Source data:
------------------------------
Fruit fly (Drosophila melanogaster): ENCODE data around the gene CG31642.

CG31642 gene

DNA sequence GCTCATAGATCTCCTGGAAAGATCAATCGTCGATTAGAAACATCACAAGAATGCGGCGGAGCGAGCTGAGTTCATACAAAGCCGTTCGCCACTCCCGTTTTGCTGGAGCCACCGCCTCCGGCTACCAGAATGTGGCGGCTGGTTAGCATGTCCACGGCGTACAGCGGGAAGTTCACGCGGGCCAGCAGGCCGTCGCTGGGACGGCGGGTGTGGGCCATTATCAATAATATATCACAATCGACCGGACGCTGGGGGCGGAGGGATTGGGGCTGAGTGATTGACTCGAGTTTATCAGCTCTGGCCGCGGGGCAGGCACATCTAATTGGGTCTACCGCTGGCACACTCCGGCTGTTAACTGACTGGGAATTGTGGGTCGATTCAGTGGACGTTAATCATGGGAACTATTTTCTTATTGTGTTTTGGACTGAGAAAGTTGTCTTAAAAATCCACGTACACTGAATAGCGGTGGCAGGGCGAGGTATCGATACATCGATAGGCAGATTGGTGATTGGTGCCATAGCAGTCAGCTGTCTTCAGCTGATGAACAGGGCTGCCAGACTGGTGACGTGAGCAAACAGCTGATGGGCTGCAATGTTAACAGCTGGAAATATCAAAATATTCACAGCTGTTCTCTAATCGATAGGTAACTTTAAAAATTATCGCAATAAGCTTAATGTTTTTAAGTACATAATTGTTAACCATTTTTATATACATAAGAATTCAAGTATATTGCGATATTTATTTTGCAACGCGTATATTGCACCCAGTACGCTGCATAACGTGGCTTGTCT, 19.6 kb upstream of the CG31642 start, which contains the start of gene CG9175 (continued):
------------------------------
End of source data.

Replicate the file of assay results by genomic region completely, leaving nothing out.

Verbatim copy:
Fruit fly (Drosophila melanogaster): ENCODE data around the gene CG31642.

CG31642 gene

DNA sequence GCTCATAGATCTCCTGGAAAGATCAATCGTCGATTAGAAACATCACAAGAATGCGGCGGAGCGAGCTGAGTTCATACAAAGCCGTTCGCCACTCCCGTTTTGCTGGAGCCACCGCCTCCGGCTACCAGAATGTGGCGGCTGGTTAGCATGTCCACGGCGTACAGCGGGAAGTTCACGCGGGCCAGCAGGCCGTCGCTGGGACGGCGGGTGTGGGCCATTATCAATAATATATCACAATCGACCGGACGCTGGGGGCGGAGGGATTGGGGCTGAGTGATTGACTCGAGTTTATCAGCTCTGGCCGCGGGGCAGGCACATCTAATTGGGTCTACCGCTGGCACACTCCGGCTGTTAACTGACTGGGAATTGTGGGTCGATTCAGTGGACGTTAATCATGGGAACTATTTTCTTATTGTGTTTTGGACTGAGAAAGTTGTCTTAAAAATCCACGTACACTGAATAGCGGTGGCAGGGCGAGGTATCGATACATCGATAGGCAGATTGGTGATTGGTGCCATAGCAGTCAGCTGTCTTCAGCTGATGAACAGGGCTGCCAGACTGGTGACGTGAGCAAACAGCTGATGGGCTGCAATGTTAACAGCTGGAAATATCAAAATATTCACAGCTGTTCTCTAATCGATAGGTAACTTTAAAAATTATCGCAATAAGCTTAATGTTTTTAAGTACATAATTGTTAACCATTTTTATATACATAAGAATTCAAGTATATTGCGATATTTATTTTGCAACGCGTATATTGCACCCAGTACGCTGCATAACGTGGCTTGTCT, 19.6 kb upstream of the CG31642 start, which contains the start of gene CG9175 (continued):